https://www.usanpn.org/files/shared/files/Plant%20and%20Animal%20Phenophase%20Definition%20Supplement.pdf#page=8

For composite flowers I consider the individual flowers, you can have the ray petals/ligules present and showy, but the tiny flowers have not yet reached anthesis.

Similar commonly confused cases are plants with showy bracts, like Cornus florida. The bright white bracts may be visible, but the flowers haven't yet opened.
https://www.inaturalist.org/observations/60118 (budding)
https://www.inaturalist.org/observations/24690447 (flowering and budding)

For many situations it can be difficult to tell from a typical iNat photo which phase(s) it's in.

Posted by bouteloua over 1 year ago (Flag)
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I just realized this morning we now have a "no evidence of flowering" option under "plant phenology"!! So we can sort beautiful leaf shots, sprouts, etc, out from the un-annotated photos that might have flowers, buds, or fruits!

Posted by k2018lena over 1 year ago (Flag)
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Yes! Super happy they finally added that.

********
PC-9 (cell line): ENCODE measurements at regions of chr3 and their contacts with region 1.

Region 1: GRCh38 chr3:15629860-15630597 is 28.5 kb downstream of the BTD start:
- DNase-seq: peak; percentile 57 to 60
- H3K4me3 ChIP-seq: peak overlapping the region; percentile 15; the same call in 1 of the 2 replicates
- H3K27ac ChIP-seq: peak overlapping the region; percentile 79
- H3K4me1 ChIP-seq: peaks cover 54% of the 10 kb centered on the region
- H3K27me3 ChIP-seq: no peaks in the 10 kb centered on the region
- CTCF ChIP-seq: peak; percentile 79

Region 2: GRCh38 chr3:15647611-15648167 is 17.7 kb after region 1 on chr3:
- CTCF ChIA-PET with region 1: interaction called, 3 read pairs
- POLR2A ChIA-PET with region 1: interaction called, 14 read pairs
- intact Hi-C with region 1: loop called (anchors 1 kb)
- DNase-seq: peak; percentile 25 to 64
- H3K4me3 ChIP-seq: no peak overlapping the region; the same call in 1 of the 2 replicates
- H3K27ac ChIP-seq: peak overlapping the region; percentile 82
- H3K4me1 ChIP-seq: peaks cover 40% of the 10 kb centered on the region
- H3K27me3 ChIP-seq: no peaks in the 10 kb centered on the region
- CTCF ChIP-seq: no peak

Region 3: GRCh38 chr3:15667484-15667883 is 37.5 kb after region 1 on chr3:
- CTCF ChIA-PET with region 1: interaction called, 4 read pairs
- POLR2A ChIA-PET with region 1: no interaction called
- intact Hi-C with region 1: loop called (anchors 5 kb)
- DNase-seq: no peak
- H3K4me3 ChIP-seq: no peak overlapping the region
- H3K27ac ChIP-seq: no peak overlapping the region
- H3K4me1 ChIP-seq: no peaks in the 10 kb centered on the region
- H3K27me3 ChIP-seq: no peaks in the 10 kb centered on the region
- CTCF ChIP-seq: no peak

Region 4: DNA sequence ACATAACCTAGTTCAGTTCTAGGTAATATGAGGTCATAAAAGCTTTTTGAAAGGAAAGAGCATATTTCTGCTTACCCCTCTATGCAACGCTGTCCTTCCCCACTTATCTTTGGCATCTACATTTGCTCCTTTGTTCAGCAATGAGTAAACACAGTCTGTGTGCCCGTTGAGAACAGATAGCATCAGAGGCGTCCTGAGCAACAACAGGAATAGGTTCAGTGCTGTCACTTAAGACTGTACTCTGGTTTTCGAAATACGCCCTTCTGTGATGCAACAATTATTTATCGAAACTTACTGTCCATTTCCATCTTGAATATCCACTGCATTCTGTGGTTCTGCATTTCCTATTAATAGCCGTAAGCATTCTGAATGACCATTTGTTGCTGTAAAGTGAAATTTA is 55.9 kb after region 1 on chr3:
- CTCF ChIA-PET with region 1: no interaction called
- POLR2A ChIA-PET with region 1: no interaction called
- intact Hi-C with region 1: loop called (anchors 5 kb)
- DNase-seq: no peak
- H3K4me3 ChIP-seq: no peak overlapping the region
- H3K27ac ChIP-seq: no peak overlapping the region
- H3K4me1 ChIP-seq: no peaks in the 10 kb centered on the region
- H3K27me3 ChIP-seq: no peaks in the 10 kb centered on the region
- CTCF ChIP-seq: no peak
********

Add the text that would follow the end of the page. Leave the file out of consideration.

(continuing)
Posted by bouteloua over 1 year ago (Flag)
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holy heck it's up from 15k to >26k observations annotated with flowering phenology in Illinois! what a nice dataset

Posted by bouteloua about 1 year ago (Flag)
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I knocked out Mertensia virginica (at least I had as of a few days ago) . Not sure I really got them all right, so will gladly change if someone suggests different. I'm going for the Dicentra cucullaria now. I am tackling the flowers that make me smile and what is there not to like about little pants hanging out on the clothes line?

Posted by k2018lena about 1 year ago (Flag)
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wow, we're up to 41k annotated now! very cool

Posted by bouteloua 7 months ago (Flag)